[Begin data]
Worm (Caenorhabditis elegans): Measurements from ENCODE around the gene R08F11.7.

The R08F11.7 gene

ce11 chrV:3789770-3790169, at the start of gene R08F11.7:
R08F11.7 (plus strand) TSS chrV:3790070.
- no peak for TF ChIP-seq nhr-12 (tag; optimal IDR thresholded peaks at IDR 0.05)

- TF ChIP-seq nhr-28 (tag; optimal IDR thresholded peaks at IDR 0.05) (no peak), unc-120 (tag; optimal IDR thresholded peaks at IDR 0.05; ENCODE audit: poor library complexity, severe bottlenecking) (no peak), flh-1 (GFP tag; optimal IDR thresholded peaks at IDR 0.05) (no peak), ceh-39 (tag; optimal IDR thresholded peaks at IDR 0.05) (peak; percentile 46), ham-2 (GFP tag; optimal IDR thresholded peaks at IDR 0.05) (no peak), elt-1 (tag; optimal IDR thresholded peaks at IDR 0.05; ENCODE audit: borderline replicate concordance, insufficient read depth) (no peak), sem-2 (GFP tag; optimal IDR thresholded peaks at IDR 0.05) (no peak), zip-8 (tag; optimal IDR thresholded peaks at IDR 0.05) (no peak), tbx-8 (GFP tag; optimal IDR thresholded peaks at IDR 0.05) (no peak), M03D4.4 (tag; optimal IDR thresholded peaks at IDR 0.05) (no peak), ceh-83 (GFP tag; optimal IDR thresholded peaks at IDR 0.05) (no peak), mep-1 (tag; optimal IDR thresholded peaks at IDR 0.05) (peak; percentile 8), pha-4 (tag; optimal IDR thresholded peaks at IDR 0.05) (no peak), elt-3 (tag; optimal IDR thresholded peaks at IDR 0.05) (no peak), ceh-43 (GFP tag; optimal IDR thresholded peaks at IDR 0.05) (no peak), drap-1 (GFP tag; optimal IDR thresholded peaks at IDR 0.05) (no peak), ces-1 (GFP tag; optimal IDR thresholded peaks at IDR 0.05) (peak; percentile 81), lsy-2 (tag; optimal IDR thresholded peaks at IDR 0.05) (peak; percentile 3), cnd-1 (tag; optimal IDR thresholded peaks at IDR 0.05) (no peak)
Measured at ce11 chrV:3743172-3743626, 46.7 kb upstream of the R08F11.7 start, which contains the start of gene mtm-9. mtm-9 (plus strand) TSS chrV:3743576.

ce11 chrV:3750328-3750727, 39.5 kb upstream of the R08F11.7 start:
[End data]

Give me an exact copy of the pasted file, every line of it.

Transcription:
Worm (Caenorhabditis elegans): Measurements from ENCODE around the gene R08F11.7.

The R08F11.7 gene

ce11 chrV:3789770-3790169, at the start of gene R08F11.7:
R08F11.7 (plus strand) TSS chrV:3790070.
- no peak for TF ChIP-seq nhr-12 (tag; optimal IDR thresholded peaks at IDR 0.05)

- TF ChIP-seq nhr-28 (tag; optimal IDR thresholded peaks at IDR 0.05) (no peak), unc-120 (tag; optimal IDR thresholded peaks at IDR 0.05; ENCODE audit: poor library complexity, severe bottlenecking) (no peak), flh-1 (GFP tag; optimal IDR thresholded peaks at IDR 0.05) (no peak), ceh-39 (tag; optimal IDR thresholded peaks at IDR 0.05) (peak; percentile 46), ham-2 (GFP tag; optimal IDR thresholded peaks at IDR 0.05) (no peak), elt-1 (tag; optimal IDR thresholded peaks at IDR 0.05; ENCODE audit: borderline replicate concordance, insufficient read depth) (no peak), sem-2 (GFP tag; optimal IDR thresholded peaks at IDR 0.05) (no peak), zip-8 (tag; optimal IDR thresholded peaks at IDR 0.05) (no peak), tbx-8 (GFP tag; optimal IDR thresholded peaks at IDR 0.05) (no peak), M03D4.4 (tag; optimal IDR thresholded peaks at IDR 0.05) (no peak), ceh-83 (GFP tag; optimal IDR thresholded peaks at IDR 0.05) (no peak), mep-1 (tag; optimal IDR thresholded peaks at IDR 0.05) (peak; percentile 8), pha-4 (tag; optimal IDR thresholded peaks at IDR 0.05) (no peak), elt-3 (tag; optimal IDR thresholded peaks at IDR 0.05) (no peak), ceh-43 (GFP tag; optimal IDR thresholded peaks at IDR 0.05) (no peak), drap-1 (GFP tag; optimal IDR thresholded peaks at IDR 0.05) (no peak), ces-1 (GFP tag; optimal IDR thresholded peaks at IDR 0.05) (peak; percentile 81), lsy-2 (tag; optimal IDR thresholded peaks at IDR 0.05) (peak; percentile 3), cnd-1 (tag; optimal IDR thresholded peaks at IDR 0.05) (no peak)
Measured at ce11 chrV:3743172-3743626, 46.7 kb upstream of the R08F11.7 start, which contains the start of gene mtm-9. mtm-9 (plus strand) TSS chrV:3743576.

ce11 chrV:3750328-3750727, 39.5 kb upstream of the R08F11.7 start: